Sichuan Pao Cai Pickle Jar (Mouth-Blown Glass Jar for Natural Fermentation)
One jar per order. If you would like to order two jars, please place two orders. Or if you prefer to place just one order for two jars, we will send you a payment link for the additional shipping. Thanks for your understanding.
This artisan-made, mouth-blown Chinese pickle jar is as functional as it is beautiful. Designed thousands of years ago to be the ideal form for naturally fermenting vegetables, this shape has two inherent advantages:
1) The narrow opening and wide shoulders of the jar help keep the contents below the brine—which is key for mold-free natural fermentation—without the use of weights, and 2) The moat around the opening holds water that makes a natural seal, allowing the carbon dioxide released during fermentation to escape while sealing out unwanted oxygen and contaminants. Plus, as a bonus of this jar's design, the top can be turned over and used as a pickle serving bowl.
Years ago, we carefully carted home a Sichuan-style pickle jar from Chengdu, after having seen them in restaurants and homes and eaten their refreshingly tart and uniquely flavorful contents, called pao cai. At home, we then learned to make pickled vegetables the Sichuan way, which forgoes vinegar in favor of souring over time through lacto-fermentation. We discovered just how easy and delicious it is, not to mention how pro-biotically good for you.
Now, all these many years later, we have sourced a high-quality version of the Sichuan pao cai jar. The hot glass is literally blown by mouth from the end of a hollow tube into a mold to form an incomparably clear, slightly green glass. It is neither Coke-bottle thick, nor super-thin, but it should be handled carefully. Do not put in the dishwasher or otherwise treat roughly. The lid/bowl is machine made and is a thicker glass.
With a 2.5 liter (10 cup) capacity, this jar is an ideal medium size for home use.
As we discuss at length in our blog post on natural fermentation, it is an art as much as a science. Professional fermenters vary widely in their advice on salt content and length of fermentation. So we suggest you try a couple of batches to see what works for your preferred vegetables, climate and tastebuds. Having said that, here are the pickling guidelines we have settled on after years of experimentation:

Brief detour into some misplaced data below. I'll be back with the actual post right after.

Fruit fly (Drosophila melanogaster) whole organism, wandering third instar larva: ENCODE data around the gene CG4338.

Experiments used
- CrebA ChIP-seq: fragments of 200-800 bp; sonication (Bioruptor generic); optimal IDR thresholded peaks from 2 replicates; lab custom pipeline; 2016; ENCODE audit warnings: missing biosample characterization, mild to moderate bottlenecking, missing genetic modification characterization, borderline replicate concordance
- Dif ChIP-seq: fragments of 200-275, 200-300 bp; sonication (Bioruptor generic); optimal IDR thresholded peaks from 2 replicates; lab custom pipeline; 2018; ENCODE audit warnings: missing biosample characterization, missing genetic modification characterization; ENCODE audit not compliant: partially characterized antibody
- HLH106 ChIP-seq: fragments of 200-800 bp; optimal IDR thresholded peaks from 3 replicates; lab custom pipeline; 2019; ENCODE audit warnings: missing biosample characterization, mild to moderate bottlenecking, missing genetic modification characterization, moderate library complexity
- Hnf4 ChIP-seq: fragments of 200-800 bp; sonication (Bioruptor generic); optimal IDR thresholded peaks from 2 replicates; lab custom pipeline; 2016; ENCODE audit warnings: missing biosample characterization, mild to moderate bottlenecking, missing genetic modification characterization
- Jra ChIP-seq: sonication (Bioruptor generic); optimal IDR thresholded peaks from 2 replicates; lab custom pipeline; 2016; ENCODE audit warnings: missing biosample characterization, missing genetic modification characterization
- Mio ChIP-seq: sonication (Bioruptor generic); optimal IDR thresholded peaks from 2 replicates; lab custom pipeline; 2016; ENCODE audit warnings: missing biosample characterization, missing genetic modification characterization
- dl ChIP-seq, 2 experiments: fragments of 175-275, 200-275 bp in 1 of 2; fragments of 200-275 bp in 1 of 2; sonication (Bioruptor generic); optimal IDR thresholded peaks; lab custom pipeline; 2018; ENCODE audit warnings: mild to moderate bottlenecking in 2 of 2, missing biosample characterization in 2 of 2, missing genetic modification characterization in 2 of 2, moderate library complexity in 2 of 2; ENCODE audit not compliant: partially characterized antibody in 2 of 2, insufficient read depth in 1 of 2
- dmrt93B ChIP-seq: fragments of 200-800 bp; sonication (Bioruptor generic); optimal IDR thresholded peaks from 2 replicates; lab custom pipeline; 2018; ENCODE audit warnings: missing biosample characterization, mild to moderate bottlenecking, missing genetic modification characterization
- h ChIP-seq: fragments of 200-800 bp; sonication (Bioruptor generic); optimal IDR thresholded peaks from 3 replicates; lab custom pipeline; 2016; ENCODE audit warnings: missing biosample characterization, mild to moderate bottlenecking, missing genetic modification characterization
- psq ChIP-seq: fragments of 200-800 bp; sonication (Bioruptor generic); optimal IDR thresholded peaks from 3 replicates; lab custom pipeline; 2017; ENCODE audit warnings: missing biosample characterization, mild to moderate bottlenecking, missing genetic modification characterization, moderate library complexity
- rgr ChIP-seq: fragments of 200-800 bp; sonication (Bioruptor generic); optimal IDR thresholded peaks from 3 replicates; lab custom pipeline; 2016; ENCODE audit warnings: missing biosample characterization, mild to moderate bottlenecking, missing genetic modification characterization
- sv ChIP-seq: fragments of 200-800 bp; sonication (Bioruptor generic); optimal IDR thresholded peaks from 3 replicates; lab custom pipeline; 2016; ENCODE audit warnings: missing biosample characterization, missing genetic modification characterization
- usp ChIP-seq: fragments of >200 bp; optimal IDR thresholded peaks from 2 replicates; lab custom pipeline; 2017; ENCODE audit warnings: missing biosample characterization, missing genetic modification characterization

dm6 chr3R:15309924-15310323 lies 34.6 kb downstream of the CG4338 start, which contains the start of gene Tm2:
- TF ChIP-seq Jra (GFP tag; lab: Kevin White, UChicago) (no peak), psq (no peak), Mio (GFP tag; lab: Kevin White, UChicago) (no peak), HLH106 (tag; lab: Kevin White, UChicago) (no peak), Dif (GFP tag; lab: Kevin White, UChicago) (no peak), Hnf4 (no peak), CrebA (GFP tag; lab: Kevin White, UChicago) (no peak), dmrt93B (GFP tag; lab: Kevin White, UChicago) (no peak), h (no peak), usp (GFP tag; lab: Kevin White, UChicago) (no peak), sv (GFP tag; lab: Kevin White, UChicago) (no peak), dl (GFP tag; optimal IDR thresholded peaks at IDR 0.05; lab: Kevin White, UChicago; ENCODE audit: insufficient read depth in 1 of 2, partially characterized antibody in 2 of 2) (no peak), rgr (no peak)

- 14 to 20 grams salt (sea salt or kosher salt) per 1 cup of water (filtered or boiled and cooled to room temperature), along with 1/2 tablespoon Chinese baijiu, gin or vodka and 1 teaspoon sugar per cup and optional spices/aromatics (Sichuan pepper, star anise, fennel, cao guo, dried or fresh chilies, ginger, etc.) to taste. Fuchsia Dunlop calls for 20g salt per cup of water for Sichuan pao cai, but we personally have great results with 14g salt per cup of water
- This jar has a 10-cup capacity, so you'll want to make about 7-8 cups of brine to fill it, depending on how tightly packed your vegetables are; save any leftover brine to top off jar as ferment progresses. Regardless of vegetable load, jar should always be filled to the top with brine, to displace oxygen
- Use 14 grams salt per 1 pound of vegetable if using a dry salt brine instead of a wet one (suan cai, kimchi, sauerkraut)
- Keep moat filled about half-way with water at all times, refilling every few days
- Take cabbage and thinly-sliced veg out after 1-2 days to eat as a "shower pickle" with your meal
- Remove harder vegetables like daikon, green beans, carrots, celery, celtuce or cauliflower in a week or more, depending on temperature and when it's soured to your liking, and eat as a side dish or noodle topping
- Remove long beans when soured to use in a long bean and pork mince stir-fry
- Ferment dried er jing tiao chilies to make Sichuan pickled peppers (pao la jiao)
- Pack Chinese mustard greens into the jar with a dry brine and eat the soured suan cai in a week or more in a stir-fry, noodle or soup
- Veer from the Chinese path, and make kimchi, sauerkraut or other ferments
- For best results, pickle like vegetables with like or with complementary veg
- You won't find cucumbers mixed with other vegetables in the Chinese pickle jar, as they pickle differently; ferment by themselves following a recipe specifically for them
Don't panic when the water turns cloudy and takes on the color of the contents (see final photo). This means that fermentation has begun and you're on your way to pickles!
Once you get a wet brine you like the taste of, you may wish to do as the Sichuanese do and keep your brine going for years—replenishing the brine with more salt water and liquor as you remove and add more vegetables. Keep it on your (non-sunny) counter and have pickles at the ready all the time as they do in Sichuan.
Read this post on our recipe blog for more tips and full instructions.
International buyers: We cannot guarantee safe delivery of this jar outside of the U.S. Order at your own risk!
Material: Body of jar is mouth-blown, lead-free glass; lid is machine-made glass
Care: Hand wash. Do not add boiling water to jar as it may crack; cool brine before adding to jar.